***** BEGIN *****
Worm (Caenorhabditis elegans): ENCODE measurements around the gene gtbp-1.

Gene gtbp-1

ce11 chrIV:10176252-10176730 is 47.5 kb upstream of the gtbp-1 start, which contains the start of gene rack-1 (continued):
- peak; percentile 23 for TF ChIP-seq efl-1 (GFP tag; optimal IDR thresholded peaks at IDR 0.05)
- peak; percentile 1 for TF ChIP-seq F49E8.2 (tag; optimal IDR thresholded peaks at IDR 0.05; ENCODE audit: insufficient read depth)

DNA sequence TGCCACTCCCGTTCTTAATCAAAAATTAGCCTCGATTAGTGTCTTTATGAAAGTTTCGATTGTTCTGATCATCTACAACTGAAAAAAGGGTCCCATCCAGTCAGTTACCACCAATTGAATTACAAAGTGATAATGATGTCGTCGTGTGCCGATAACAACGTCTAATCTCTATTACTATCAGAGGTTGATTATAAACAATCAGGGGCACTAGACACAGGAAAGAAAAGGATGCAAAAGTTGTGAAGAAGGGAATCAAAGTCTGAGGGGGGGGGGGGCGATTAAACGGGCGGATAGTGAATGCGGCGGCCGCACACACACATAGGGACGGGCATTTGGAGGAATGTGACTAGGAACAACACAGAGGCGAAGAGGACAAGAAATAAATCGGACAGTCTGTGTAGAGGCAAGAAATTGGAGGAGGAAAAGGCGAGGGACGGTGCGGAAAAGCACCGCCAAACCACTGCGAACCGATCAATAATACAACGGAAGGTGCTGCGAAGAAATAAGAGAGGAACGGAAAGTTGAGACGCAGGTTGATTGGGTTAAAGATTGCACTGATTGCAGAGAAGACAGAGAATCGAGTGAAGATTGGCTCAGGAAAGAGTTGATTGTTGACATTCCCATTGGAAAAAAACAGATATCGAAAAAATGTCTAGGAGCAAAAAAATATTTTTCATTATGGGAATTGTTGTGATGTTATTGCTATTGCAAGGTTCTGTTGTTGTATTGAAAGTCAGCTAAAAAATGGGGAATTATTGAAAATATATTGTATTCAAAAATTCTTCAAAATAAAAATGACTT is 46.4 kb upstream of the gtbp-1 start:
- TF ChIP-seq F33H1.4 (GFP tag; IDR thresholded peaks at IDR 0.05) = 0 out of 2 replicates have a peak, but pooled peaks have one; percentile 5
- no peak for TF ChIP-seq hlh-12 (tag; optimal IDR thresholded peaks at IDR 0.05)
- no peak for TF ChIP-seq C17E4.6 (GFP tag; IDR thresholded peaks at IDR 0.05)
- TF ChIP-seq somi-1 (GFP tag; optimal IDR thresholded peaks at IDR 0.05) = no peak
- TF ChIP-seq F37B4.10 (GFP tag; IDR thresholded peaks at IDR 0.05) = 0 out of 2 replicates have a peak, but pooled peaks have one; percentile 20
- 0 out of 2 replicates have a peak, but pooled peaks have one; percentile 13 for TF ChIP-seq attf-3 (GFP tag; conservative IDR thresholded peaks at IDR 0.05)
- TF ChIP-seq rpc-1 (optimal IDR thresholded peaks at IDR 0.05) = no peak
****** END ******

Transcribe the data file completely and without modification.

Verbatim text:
Worm (Caenorhabditis elegans): ENCODE measurements around the gene gtbp-1.

Gene gtbp-1

ce11 chrIV:10176252-10176730 is 47.5 kb upstream of the gtbp-1 start, which contains the start of gene rack-1 (continued):
- peak; percentile 23 for TF ChIP-seq efl-1 (GFP tag; optimal IDR thresholded peaks at IDR 0.05)
- peak; percentile 1 for TF ChIP-seq F49E8.2 (tag; optimal IDR thresholded peaks at IDR 0.05; ENCODE audit: insufficient read depth)

DNA sequence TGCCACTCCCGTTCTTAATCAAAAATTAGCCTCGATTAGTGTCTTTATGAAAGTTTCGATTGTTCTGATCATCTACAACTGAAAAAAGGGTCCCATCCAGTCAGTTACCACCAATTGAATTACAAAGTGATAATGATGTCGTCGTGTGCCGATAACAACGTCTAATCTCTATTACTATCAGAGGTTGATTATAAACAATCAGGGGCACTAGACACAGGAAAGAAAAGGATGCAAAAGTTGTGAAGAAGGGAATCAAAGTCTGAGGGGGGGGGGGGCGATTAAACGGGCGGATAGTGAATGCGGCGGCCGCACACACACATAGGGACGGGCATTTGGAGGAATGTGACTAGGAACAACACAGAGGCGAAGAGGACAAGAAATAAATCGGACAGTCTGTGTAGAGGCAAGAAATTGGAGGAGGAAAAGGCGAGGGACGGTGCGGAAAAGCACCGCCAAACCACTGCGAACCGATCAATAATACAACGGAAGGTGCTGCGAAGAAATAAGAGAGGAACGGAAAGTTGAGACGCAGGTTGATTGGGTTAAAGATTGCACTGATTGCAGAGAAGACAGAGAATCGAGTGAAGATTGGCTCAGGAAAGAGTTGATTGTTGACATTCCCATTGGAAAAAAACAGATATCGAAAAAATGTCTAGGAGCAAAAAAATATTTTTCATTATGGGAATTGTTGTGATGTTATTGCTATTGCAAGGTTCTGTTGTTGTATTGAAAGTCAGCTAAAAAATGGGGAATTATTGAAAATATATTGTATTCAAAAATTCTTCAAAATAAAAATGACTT is 46.4 kb upstream of the gtbp-1 start:
- TF ChIP-seq F33H1.4 (GFP tag; IDR thresholded peaks at IDR 0.05) = 0 out of 2 replicates have a peak, but pooled peaks have one; percentile 5
- no peak for TF ChIP-seq hlh-12 (tag; optimal IDR thresholded peaks at IDR 0.05)
- no peak for TF ChIP-seq C17E4.6 (GFP tag; IDR thresholded peaks at IDR 0.05)
- TF ChIP-seq somi-1 (GFP tag; optimal IDR thresholded peaks at IDR 0.05) = no peak
- TF ChIP-seq F37B4.10 (GFP tag; IDR thresholded peaks at IDR 0.05) = 0 out of 2 replicates have a peak, but pooled peaks have one; percentile 20
- 0 out of 2 replicates have a peak, but pooled peaks have one; percentile 13 for TF ChIP-seq attf-3 (GFP tag; conservative IDR thresholded peaks at IDR 0.05)
- TF ChIP-seq rpc-1 (optimal IDR thresholded peaks at IDR 0.05) = no peak